What Vaccinations Does a Cow Need in Arab, AL?
Do you have cows, or are you thinking about buying some cows? Whether you’re raising your cows for meat or dairy purposes or you just want to have a few pet cows on your small farm, you will need to be aware of the vaccinations required for cows where you live.
In the United States, most recommended and required cow vaccinations are the same in each state. However, as a new cow owner, you may feel overwhelmed trying to find this information and can find it confusing and hard to understand. Read through the information below to find out more. If you still have questions, call Arab Veterinary Hospital at (256) 586-3183.
Heifers for Breeding
Live viral vaccine
A live viral vaccination for heifers intended for breeding includes infectious bovine rhinotracheitis, bovine viral diarrhea, parainfluenza-3, and bovine respiratory syncytial virus. Some other types of viruses may be able to be vaccinated against as well, but the necessity will depend on where you live and the recommendations of your large animal vet.
Dewormer is important for cows because it helps get rid of any stomach, lung, and intestinal worms they may have. This is important when cows are going to be used for breeding purposes, because there is always a risk the cow could pass these worms on to her calf if they are not managed. Additionally, dewormer can help control the presence of these worms as long as the cow is using it.
This vaccination is given for leptospirosis, which is a bacterial infection spread easily between animals. The vaccine is important in heifers who will be used for breeding because this disease can be spread to unborn calves. When this occurs, calves are usually stillborn, and heifers are at risk of becoming infertile. This illness is spread from infected cows through water sources and can sometimes be spread through grazing pastures as well.
Clostridial is a bacterial disease that can affect cows of any age but is fatal to younger cows. There are several different types of clostridial, all caused by different strains of the clostridium bacteria, so it’s important to get a 7-way vaccination for your cattle to prevent all of these potential risks. The 7-way clostridial vaccination includes vaccines to protect your cows against malignant edema, blackleg, enterotoxemia, and black disease.
This vaccination is not usually required by law for cows, but it’s a very good idea to have breeding heifers vaccinated against brucellosis. This is because the disease causes cows to spontaneously abort their unborn calves and can also cause calves to be stillborn or very weak at birth. The disease may also affect the milk production of cows who are nursing calves and can be a severe detriment to herds that are used for the breeding of calves. Brucellosis can sometimes be dangerous to other cows as well, but the most significant risk by far is in heifers.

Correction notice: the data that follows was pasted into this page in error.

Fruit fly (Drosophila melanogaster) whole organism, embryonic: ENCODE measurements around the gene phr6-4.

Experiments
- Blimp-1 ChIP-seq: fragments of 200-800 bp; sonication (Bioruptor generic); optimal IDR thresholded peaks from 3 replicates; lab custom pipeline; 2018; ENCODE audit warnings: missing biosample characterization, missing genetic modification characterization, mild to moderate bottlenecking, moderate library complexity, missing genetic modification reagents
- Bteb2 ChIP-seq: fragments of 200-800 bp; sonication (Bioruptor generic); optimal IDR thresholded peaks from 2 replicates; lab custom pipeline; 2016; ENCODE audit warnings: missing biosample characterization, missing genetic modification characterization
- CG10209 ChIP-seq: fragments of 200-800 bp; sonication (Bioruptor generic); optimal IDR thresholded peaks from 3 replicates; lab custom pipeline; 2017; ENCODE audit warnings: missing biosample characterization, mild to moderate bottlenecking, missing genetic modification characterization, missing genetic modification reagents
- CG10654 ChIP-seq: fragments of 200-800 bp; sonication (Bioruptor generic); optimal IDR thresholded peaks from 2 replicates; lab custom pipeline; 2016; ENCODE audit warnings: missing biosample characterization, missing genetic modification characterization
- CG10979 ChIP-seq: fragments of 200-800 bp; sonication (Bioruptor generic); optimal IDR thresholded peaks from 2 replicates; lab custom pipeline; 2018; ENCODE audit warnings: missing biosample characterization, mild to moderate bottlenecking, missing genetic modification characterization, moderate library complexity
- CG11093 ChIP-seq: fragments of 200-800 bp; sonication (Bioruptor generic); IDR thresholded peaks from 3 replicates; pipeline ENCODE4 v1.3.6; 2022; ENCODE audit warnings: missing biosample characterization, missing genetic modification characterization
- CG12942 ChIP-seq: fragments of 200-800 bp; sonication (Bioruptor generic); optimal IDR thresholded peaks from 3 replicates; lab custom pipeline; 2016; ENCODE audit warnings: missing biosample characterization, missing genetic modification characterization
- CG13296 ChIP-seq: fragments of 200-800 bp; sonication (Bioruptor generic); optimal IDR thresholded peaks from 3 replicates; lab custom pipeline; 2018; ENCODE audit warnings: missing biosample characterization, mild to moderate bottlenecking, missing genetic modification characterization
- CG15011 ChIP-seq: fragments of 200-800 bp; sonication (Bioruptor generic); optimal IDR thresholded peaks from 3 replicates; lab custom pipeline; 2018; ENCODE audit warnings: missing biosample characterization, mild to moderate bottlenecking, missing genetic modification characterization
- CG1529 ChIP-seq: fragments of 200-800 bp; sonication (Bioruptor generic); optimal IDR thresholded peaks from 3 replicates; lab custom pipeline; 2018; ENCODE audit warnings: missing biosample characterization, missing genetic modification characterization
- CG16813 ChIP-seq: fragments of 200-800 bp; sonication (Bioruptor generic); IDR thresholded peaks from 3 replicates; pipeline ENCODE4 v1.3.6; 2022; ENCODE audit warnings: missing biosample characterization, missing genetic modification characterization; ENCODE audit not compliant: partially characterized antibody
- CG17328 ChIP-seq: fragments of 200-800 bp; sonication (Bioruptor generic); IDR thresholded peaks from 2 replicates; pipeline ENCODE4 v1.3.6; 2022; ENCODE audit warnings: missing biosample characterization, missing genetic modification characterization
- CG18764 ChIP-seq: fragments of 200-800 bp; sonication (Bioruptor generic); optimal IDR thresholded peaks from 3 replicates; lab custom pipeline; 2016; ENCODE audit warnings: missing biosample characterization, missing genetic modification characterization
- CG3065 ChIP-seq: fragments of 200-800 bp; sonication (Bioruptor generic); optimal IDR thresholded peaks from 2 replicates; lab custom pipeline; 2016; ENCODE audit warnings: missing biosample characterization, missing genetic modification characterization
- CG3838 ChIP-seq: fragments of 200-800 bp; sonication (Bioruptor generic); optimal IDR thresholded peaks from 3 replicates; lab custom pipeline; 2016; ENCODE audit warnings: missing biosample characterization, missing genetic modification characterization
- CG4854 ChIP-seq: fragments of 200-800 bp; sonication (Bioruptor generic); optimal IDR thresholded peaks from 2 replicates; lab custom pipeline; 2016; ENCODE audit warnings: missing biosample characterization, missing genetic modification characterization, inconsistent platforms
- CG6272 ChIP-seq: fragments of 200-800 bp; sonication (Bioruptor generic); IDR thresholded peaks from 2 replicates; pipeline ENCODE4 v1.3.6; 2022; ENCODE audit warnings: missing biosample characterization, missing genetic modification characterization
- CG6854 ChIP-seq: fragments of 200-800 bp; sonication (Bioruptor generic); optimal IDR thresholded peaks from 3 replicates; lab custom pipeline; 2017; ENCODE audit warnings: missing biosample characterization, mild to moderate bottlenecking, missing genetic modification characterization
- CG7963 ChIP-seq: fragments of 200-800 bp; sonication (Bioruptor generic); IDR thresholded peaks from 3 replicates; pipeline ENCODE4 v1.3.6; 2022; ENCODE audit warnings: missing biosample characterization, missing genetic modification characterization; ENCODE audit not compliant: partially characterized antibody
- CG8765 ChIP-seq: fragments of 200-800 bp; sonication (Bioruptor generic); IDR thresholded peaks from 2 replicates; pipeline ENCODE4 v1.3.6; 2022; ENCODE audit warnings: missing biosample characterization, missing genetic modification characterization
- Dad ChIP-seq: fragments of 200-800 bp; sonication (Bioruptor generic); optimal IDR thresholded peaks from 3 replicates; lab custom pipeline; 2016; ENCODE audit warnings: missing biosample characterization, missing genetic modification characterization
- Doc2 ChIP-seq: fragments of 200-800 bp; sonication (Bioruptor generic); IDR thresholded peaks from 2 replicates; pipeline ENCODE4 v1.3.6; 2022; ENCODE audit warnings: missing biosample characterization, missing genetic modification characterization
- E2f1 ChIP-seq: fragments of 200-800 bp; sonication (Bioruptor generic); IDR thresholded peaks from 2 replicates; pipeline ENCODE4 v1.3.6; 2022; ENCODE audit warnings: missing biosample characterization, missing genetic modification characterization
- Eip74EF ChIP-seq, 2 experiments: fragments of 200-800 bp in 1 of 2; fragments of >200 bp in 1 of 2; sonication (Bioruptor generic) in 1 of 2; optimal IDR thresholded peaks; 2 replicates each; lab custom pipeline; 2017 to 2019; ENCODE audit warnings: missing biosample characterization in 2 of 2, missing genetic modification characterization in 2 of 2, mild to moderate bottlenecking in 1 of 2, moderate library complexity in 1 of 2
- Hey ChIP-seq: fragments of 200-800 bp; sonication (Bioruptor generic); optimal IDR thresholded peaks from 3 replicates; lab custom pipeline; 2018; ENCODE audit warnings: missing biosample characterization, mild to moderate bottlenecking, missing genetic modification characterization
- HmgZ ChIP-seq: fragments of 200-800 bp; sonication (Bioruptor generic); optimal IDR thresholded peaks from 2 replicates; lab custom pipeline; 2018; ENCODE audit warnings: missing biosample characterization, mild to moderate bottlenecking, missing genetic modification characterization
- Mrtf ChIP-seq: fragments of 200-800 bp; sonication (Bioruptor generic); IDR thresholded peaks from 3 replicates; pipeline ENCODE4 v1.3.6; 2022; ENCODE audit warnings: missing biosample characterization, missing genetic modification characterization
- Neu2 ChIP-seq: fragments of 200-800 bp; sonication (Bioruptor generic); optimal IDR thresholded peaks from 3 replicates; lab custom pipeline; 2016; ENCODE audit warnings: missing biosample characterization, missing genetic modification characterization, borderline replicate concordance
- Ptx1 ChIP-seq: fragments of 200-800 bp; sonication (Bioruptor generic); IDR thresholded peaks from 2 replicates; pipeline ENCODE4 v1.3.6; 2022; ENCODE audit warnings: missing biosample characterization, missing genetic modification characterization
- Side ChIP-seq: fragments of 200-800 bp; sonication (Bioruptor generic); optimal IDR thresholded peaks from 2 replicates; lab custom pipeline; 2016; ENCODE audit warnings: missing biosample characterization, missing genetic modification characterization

Bulls and Cows Not for Breeding
Just like heifers intended for breeding purposes, bulls and cows not for breeding need vaccinations against bovine respiratory syncytial virus, bovine viral diarrhea, infectious bovine rhinotracheitis, and parainfluenza-3. Once again, there might be other types of viruses your cows need to be vaccinated against, but this will depend on your location.
Dewormer is just as important in bulls and cows not for breeding purposes as it is in heifers for breeding. It’s important to keep your cows treated for worms at all times, since it is so easy for cows to develop a variety of worms. By keeping your cows on a good quality dewormer recommended by your livestock vet, you can ensure healthier herds with fewer issues.
In bulls and cows who aren’t intended for breeding, this vaccination is still important. Leptospirosis can cause serious illness in these cattle with symptoms including a high fever, meningitis, heart damage, and death.
This vaccination is necessary for bulls and cows not breeding as well as for heifers intended for breeding purposes. Clostridial disease can be spread easily through a herd and are often fatal, making them very dangerous for cows of any age. By vaccinating the whole herd against these illnesses, you can prevent any outbreaks in your cows.
If you are new to cow ownership, you can check with local agricultural programs and organizations to help you learn more. Ask these resources if there are any other recommended or required vaccinations for cows in Arab, and find out if there are any concerns related to bovine health where you live as well.
Additionally, your large animal vet is a great resource if you’re looking for more information about the health needs of your cows. Be sure to contact the veterinarian with any questions or concerns you might have, and listen to the vet’s recommendations as well. Call us today at (256) 586-3183.